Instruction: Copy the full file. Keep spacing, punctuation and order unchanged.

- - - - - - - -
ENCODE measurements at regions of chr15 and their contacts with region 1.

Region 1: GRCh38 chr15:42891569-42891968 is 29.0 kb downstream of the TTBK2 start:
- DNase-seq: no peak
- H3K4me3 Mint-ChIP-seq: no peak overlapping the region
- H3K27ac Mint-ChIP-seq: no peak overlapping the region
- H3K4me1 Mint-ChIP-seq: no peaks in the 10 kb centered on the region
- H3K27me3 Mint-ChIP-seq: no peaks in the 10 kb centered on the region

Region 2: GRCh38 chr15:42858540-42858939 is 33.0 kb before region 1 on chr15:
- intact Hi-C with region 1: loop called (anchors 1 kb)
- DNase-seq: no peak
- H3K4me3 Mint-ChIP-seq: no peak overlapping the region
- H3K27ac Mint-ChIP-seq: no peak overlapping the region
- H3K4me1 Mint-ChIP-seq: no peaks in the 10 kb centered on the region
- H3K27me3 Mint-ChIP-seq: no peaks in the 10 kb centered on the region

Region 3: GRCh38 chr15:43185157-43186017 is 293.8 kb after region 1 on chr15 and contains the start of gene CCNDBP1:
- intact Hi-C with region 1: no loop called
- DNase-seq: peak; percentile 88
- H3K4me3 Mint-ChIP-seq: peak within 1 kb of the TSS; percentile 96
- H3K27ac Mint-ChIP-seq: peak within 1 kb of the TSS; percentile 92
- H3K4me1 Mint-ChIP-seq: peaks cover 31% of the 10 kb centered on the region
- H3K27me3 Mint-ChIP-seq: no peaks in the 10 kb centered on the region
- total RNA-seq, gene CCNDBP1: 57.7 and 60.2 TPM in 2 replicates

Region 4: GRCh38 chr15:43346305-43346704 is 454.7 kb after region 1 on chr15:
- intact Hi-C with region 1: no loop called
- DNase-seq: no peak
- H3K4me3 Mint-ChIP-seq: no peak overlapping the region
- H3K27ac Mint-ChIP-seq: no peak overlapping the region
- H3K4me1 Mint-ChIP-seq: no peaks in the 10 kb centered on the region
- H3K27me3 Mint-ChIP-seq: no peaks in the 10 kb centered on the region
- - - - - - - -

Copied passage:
ENCODE measurements at regions of chr15 and their contacts with region 1.

Region 1: GRCh38 chr15:42891569-42891968 is 29.0 kb downstream of the TTBK2 start:
- DNase-seq: no peak
- H3K4me3 Mint-ChIP-seq: no peak overlapping the region
- H3K27ac Mint-ChIP-seq: no peak overlapping the region
- H3K4me1 Mint-ChIP-seq: no peaks in the 10 kb centered on the region
- H3K27me3 Mint-ChIP-seq: no peaks in the 10 kb centered on the region

Region 2: GRCh38 chr15:42858540-42858939 is 33.0 kb before region 1 on chr15:
- intact Hi-C with region 1: loop called (anchors 1 kb)
- DNase-seq: no peak
- H3K4me3 Mint-ChIP-seq: no peak overlapping the region
- H3K27ac Mint-ChIP-seq: no peak overlapping the region
- H3K4me1 Mint-ChIP-seq: no peaks in the 10 kb centered on the region
- H3K27me3 Mint-ChIP-seq: no peaks in the 10 kb centered on the region

Region 3: GRCh38 chr15:43185157-43186017 is 293.8 kb after region 1 on chr15 and contains the start of gene CCNDBP1:
- intact Hi-C with region 1: no loop called
- DNase-seq: peak; percentile 88
- H3K4me3 Mint-ChIP-seq: peak within 1 kb of the TSS; percentile 96
- H3K27ac Mint-ChIP-seq: peak within 1 kb of the TSS; percentile 92
- H3K4me1 Mint-ChIP-seq: peaks cover 31% of the 10 kb centered on the region
- H3K27me3 Mint-ChIP-seq: no peaks in the 10 kb centered on the region
- total RNA-seq, gene CCNDBP1: 57.7 and 60.2 TPM in 2 replicates

Region 4: GRCh38 chr15:43346305-43346704 is 454.7 kb after region 1 on chr15:
- intact Hi-C with region 1: no loop called
- DNase-seq: no peak
- H3K4me3 Mint-ChIP-seq: no peak overlapping the region
- H3K27ac Mint-ChIP-seq: no peak overlapping the region
- H3K4me1 Mint-ChIP-seq: no peaks in the 10 kb centered on the region
- H3K27me3 Mint-ChIP-seq: no peaks in the 10 kb centered on the region